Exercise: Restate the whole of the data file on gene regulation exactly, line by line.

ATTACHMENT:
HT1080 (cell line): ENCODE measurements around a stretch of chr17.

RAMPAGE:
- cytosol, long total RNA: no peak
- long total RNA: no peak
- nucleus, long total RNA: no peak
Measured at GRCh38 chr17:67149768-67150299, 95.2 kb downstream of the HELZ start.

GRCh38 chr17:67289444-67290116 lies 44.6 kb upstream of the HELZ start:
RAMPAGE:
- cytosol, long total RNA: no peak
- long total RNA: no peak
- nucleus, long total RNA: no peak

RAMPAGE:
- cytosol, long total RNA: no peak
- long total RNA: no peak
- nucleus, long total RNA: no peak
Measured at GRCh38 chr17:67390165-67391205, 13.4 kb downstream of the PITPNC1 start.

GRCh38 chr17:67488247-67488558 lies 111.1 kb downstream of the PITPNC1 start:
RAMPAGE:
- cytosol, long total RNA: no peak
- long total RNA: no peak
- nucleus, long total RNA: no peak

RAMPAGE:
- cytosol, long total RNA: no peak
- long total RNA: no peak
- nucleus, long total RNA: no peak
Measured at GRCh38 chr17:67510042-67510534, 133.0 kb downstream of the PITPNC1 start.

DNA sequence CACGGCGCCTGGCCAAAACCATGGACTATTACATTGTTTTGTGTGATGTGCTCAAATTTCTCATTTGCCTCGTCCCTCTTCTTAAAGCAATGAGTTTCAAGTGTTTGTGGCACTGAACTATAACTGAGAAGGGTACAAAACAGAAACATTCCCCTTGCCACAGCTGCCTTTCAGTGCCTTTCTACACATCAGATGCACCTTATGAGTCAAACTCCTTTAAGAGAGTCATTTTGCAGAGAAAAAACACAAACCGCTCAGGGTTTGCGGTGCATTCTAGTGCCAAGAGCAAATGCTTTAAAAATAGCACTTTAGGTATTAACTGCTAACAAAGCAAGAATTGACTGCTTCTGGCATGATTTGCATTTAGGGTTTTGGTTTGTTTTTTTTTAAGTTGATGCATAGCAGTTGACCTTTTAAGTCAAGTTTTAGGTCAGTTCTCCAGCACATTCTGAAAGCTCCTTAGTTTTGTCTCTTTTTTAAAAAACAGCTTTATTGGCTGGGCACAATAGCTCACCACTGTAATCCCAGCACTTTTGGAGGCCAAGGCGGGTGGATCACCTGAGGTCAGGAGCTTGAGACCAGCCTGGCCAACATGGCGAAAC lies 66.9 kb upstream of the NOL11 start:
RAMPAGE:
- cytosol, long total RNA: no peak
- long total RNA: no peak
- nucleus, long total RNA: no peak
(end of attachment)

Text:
HT1080 (cell line): ENCODE measurements around a stretch of chr17.

RAMPAGE:
- cytosol, long total RNA: no peak
- long total RNA: no peak
- nucleus, long total RNA: no peak
Measured at GRCh38 chr17:67149768-67150299, 95.2 kb downstream of the HELZ start.

GRCh38 chr17:67289444-67290116 lies 44.6 kb upstream of the HELZ start:
RAMPAGE:
- cytosol, long total RNA: no peak
- long total RNA: no peak
- nucleus, long total RNA: no peak

RAMPAGE:
- cytosol, long total RNA: no peak
- long total RNA: no peak
- nucleus, long total RNA: no peak
Measured at GRCh38 chr17:67390165-67391205, 13.4 kb downstream of the PITPNC1 start.

GRCh38 chr17:67488247-67488558 lies 111.1 kb downstream of the PITPNC1 start:
RAMPAGE:
- cytosol, long total RNA: no peak
- long total RNA: no peak
- nucleus, long total RNA: no peak

RAMPAGE:
- cytosol, long total RNA: no peak
- long total RNA: no peak
- nucleus, long total RNA: no peak
Measured at GRCh38 chr17:67510042-67510534, 133.0 kb downstream of the PITPNC1 start.

DNA sequence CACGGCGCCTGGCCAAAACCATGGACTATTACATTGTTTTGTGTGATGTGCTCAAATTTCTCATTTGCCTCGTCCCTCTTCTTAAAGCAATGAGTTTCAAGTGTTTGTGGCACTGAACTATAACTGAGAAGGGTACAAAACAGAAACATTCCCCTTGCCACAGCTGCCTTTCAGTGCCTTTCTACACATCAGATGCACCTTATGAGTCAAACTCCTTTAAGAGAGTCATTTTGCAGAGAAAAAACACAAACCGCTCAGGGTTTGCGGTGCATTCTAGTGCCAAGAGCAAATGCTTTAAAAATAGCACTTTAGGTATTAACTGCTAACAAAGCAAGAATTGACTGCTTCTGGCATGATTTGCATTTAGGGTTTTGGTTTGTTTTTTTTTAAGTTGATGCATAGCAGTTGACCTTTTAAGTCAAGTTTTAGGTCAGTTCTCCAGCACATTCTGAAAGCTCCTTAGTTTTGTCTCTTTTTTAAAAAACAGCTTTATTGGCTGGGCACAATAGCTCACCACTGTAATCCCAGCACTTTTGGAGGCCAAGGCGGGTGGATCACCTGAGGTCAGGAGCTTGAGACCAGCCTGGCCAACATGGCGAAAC lies 66.9 kb upstream of the NOL11 start:
RAMPAGE:
- cytosol, long total RNA: no peak
- long total RNA: no peak
- nucleus, long total RNA: no peak